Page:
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BERLINALE 2024 Berlinale Special

Review: Shikun


- BERLINALE 2024: Amos Gitai navigates the intricacies of modern Israeli society through a theatrically staged introspection reimagining Eugene Ionesco’s anti-totalitarian fable Rhinoceros

Review: Shikun
Irène Jacob in Shikun

In his latest endeavour, Shikun, Israeli director Amos Gitai reimagines Eugene Ionesco’s absurdist play Rhinoceros, setting it within the confines of a mixed-use building. The setting is both deliberate and symbolic, with the title Shikun – meaning "social housing" in Hebrew – serving as a canvas against which the divisions in contemporary Israeli society are explored. Gitai’s selection of this title over the alternative that he had been considering, It's Not Over Yet, signals his aim to provide both a sanctuary from and a contemplation of the invading authoritarian ideologies symbolised by the film’s metaphorical pachyderms.

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Shikun, screening in Berlinale Special, emerges against a backdrop of significant turmoil in Israel (the film was made before the 7 October attack), amid widespread protests against government reforms and the rise of a conformist society. Gitai's objective was to confront the sociopolitical upheavals of his era head-on. By drawing parallels with Ionesco’s anti-totalitarian fable, Gitai constructs a story with its setting – a sprawling, Le Corbusier-inspired building in Be'er-Sheva – serving as a character in itself, in which the varied micro-stories of its residents intertwine. The architectural design of the building enables the coexistence of diverse segments of Israeli society, highlighting both the solidarity and the dissonance between them.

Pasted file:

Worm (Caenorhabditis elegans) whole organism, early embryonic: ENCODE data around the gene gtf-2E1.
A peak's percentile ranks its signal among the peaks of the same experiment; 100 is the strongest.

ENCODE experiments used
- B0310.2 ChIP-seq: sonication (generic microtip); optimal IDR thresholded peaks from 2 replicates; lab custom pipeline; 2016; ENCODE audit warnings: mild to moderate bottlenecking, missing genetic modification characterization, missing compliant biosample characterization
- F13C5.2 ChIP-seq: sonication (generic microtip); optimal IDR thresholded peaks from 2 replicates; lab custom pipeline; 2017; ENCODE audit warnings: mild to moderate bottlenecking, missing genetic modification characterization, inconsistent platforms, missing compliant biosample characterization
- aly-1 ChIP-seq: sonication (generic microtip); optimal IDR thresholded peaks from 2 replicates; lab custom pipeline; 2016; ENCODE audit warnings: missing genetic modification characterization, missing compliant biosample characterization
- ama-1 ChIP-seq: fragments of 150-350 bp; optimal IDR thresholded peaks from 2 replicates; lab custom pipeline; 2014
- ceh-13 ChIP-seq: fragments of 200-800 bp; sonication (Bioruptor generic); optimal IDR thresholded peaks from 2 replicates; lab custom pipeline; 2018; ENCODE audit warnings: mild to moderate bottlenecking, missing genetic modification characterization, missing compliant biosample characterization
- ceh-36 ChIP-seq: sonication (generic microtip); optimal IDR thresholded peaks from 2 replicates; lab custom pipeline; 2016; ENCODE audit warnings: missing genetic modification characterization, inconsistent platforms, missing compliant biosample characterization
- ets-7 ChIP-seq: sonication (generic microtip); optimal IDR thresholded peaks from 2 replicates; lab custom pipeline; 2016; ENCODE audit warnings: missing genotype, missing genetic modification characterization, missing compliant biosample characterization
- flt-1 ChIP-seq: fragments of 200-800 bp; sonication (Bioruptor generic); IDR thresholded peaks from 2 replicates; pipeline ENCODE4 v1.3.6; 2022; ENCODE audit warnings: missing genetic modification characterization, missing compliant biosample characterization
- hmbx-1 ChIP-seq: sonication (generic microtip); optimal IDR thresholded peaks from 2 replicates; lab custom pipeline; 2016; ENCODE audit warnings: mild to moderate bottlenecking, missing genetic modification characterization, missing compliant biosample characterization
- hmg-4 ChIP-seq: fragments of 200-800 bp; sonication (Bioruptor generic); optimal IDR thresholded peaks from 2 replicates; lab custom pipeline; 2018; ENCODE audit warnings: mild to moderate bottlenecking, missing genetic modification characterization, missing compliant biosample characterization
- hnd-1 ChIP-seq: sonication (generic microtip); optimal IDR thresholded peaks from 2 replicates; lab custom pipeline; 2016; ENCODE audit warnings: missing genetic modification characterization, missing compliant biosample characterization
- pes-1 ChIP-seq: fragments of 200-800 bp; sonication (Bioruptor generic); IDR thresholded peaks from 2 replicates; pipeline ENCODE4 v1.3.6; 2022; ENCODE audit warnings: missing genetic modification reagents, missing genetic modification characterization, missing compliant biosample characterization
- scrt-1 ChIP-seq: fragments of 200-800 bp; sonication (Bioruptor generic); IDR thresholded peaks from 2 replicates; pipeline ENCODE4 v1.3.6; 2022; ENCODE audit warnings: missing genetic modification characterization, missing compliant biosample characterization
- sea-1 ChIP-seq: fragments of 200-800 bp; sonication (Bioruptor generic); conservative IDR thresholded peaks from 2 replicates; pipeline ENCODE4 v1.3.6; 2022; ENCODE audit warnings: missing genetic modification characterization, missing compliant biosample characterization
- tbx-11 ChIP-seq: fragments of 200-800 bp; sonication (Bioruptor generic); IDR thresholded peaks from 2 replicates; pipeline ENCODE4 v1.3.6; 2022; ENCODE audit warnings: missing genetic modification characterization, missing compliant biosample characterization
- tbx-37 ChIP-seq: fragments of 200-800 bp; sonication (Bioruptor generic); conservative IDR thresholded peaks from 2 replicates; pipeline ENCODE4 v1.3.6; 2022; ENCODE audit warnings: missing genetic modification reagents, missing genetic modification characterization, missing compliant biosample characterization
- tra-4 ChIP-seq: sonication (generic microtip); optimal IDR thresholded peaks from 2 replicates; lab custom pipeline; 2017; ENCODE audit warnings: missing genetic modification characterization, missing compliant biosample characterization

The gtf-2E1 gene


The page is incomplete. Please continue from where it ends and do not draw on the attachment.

Gitai's latest work is theatrical not only in its thematic borrowing from Ionesco’s play, but also in its formalism. French-Swiss actress Irène Jacob features as the leading narrator, adopting the role of a one-woman chorus who frequently breaks the fourth wall. Instead of a coherent narrative design, Gitai opts for a series of fragmented and fragmentary scenes, and almost stream-of-consciousness digressions, referring to sociopolitical shifts. The metaphorical rhinoceroses, which are never seen but only rhetorically alluded to, symbolise the magnetic pull of authoritarianism. Meanwhile, the series of monologues serve to advocate for resistance and defiance, cautioning against fear as a constructed and manipulated emotion.

The film's cinematic distinction stems from the cinematography of Eric Gautier, who previously collaborated with Gitai on A Tramway in Jerusalem [+see also:
film review
interview: Amos Gitai
film profile
. The first third of the film is particularly striking, captured in a fluid, gliding, single shot. The technique is not sustained throughout, as Gitai shifts the focus to a stationary camera that concentrates more on the characters' faces or the spaces in the case of collective scenes. A further aesthetic transition occurs when the setting moves from the building to an abandoned, cavernous bus station, imbued with a post-apocalyptic vibe. Within this underground setting, the political commentary of Shikun assumes a more alarming gravitas, even as the characters are seen repetitively circling around on electric scooters.

Shikun is a formally captivating cine-theatrical work, with Yuval Orr and Simon Birman’s editing maintaining engagement beyond the initial single-shot sequence. Gitai navigates the intricacies of conformity and resistance within the contexts that society occupies, both physically and metaphorically. The film is imbued with a dynamic and declamatory style that sustains the viewer’s attention, particularly evident in Irène Jacob’s crescendoing proclamations. Despite eschewing a conventional plot and a story arc, Gitai maintains the film's momentum, not only drawing on Ionesco, but also referencing a variety of other sources. Having said that, many references may not fully resonate with audiences unfamiliar with the local context.

Shikun was produced by AGAV Films (France), Recorded Picture Company (UK), CDP (France), Elefant Films (Switzerland), Ventre Studio (Brazil), United King Films (Israel), GAD Fiction (France), Intereurop (France) and Free Studios (Switzerland). Visit Films handles its world sales.

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